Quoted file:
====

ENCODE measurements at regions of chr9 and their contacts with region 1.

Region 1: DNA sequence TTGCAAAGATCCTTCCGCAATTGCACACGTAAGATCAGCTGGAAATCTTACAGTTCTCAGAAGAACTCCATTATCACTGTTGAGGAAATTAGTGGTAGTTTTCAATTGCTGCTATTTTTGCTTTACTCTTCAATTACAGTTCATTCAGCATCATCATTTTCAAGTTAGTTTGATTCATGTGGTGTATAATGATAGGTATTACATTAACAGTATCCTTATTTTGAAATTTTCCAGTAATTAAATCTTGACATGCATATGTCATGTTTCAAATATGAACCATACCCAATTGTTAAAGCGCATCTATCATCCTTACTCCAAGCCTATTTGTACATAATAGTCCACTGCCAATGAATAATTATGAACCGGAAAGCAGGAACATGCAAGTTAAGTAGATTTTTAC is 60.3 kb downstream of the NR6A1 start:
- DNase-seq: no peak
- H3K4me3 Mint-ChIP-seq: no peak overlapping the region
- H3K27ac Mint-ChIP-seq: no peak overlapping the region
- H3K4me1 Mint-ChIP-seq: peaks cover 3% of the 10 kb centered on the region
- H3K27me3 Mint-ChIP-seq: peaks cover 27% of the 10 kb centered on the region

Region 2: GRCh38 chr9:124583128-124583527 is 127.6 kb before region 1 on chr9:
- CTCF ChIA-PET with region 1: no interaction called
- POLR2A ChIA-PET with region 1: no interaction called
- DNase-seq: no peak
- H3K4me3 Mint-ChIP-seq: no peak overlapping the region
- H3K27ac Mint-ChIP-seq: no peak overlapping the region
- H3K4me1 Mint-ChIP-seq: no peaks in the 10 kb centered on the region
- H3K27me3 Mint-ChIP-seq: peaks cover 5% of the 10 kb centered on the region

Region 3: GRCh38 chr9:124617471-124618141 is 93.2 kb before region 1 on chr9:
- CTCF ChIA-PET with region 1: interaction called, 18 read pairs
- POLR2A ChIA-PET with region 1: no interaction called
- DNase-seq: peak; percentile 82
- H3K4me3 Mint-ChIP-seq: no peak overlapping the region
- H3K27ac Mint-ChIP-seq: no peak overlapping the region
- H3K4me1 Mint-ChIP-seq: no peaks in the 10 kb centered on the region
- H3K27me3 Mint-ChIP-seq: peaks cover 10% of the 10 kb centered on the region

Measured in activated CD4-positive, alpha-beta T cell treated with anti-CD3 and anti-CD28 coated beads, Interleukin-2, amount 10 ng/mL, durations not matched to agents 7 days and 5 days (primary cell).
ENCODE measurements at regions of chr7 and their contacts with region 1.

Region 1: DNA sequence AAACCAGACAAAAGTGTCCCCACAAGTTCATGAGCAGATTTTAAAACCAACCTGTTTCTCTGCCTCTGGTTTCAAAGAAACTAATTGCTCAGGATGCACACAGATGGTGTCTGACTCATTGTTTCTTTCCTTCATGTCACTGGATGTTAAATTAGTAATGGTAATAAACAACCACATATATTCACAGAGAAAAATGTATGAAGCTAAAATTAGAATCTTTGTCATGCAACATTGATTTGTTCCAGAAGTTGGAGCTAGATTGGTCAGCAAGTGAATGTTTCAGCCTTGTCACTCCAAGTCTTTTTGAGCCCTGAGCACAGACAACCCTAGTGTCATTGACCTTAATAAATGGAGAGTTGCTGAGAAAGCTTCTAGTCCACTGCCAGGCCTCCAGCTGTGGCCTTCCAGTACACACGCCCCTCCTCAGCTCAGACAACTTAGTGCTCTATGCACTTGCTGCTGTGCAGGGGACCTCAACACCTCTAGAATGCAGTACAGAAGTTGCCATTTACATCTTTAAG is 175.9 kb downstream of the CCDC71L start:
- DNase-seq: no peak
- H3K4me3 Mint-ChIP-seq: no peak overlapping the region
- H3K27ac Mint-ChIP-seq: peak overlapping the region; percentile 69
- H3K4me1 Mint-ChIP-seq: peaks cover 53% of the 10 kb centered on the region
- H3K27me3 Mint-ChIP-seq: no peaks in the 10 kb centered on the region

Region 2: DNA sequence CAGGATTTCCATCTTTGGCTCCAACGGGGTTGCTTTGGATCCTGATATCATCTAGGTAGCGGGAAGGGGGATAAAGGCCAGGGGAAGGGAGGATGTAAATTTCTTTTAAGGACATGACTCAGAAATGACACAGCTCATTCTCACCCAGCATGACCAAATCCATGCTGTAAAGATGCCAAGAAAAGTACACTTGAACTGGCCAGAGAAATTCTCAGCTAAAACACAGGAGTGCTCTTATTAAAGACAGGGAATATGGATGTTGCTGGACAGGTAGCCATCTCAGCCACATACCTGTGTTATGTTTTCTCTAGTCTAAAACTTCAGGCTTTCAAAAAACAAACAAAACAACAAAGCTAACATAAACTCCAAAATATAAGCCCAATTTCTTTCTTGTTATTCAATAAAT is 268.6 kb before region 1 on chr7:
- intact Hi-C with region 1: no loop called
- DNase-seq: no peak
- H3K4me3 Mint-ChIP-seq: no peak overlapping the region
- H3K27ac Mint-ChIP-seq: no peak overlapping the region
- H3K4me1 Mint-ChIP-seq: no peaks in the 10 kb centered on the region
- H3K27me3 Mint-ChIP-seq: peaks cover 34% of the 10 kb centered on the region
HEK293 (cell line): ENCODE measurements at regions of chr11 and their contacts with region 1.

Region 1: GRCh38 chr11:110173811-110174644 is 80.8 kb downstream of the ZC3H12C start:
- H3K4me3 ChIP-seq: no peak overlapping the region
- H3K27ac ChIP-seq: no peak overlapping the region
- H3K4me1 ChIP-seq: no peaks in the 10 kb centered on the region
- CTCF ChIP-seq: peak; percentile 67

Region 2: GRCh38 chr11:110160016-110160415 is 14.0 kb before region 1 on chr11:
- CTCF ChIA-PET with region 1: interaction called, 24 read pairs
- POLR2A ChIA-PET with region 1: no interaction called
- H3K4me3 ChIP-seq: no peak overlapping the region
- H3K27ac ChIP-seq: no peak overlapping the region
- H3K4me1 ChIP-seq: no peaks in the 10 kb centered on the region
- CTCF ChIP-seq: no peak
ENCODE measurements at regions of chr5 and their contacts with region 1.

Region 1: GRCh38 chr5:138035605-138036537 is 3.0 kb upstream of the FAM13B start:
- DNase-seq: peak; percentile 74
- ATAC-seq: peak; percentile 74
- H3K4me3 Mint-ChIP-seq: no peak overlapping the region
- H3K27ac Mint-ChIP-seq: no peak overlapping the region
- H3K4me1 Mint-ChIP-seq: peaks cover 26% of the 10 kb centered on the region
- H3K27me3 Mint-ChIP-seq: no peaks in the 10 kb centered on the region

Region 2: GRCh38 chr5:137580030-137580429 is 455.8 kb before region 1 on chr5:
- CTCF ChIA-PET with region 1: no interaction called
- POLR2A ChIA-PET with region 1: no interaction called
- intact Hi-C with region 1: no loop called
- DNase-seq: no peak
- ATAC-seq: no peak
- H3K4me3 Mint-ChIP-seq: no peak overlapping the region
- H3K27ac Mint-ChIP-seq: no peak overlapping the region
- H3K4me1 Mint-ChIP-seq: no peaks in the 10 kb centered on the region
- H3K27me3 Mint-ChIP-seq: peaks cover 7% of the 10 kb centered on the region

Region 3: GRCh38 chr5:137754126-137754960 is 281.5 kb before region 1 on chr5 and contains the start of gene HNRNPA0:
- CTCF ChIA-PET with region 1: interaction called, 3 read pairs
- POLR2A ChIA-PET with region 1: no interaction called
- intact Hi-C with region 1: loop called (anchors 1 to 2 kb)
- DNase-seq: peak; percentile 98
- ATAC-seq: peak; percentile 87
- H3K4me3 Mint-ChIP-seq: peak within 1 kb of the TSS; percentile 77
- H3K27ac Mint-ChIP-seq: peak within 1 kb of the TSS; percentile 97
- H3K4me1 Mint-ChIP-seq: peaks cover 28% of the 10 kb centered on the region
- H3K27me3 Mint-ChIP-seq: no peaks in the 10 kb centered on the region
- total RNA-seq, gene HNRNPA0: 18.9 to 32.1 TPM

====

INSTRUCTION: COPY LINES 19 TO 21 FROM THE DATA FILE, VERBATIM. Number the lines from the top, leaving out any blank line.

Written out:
- DNase-seq: peak; percentile 82
- H3K4me3 Mint-ChIP-seq: no peak overlapping the region
- H3K27ac Mint-ChIP-seq: no peak overlapping the region